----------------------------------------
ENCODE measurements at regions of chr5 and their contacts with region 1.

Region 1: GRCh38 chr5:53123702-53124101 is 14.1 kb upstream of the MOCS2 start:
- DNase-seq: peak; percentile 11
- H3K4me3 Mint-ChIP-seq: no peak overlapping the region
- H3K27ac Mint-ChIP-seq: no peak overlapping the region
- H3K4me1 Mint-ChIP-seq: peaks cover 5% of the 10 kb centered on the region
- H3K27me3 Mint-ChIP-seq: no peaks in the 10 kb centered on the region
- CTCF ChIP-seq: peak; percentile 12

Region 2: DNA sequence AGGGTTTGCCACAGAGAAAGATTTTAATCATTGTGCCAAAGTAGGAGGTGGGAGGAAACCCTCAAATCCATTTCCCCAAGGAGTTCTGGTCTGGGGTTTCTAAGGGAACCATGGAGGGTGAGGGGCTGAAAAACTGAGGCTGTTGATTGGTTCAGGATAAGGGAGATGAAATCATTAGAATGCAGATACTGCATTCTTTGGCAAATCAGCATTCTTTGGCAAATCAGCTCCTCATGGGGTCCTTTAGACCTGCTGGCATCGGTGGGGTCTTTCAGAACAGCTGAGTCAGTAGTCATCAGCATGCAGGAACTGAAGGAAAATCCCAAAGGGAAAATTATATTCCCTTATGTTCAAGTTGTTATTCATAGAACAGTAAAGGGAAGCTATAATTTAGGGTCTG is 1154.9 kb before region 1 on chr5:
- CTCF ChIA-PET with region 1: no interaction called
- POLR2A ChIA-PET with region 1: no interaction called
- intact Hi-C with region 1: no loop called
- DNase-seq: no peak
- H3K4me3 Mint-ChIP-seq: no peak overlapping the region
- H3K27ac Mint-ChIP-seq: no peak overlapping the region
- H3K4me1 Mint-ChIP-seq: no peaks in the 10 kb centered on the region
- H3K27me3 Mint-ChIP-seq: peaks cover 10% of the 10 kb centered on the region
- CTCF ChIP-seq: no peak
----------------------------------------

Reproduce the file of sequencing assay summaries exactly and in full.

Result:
ENCODE measurements at regions of chr5 and their contacts with region 1.

Region 1: GRCh38 chr5:53123702-53124101 is 14.1 kb upstream of the MOCS2 start:
- DNase-seq: peak; percentile 11
- H3K4me3 Mint-ChIP-seq: no peak overlapping the region
- H3K27ac Mint-ChIP-seq: no peak overlapping the region
- H3K4me1 Mint-ChIP-seq: peaks cover 5% of the 10 kb centered on the region
- H3K27me3 Mint-ChIP-seq: no peaks in the 10 kb centered on the region
- CTCF ChIP-seq: peak; percentile 12

Region 2: DNA sequence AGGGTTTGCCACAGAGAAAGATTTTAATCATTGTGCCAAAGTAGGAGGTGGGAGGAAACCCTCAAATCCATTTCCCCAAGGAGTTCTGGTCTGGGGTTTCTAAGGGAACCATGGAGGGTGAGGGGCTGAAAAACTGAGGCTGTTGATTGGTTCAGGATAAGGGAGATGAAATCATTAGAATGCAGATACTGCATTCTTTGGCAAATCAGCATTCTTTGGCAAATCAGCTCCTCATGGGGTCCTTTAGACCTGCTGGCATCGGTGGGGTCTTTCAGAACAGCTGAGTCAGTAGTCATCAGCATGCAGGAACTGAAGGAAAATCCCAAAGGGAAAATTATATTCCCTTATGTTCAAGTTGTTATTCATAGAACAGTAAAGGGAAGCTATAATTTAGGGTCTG is 1154.9 kb before region 1 on chr5:
- CTCF ChIA-PET with region 1: no interaction called
- POLR2A ChIA-PET with region 1: no interaction called
- intact Hi-C with region 1: no loop called
- DNase-seq: no peak
- H3K4me3 Mint-ChIP-seq: no peak overlapping the region
- H3K27ac Mint-ChIP-seq: no peak overlapping the region
- H3K4me1 Mint-ChIP-seq: no peaks in the 10 kb centered on the region
- H3K27me3 Mint-ChIP-seq: peaks cover 10% of the 10 kb centered on the region
- CTCF ChIP-seq: no peak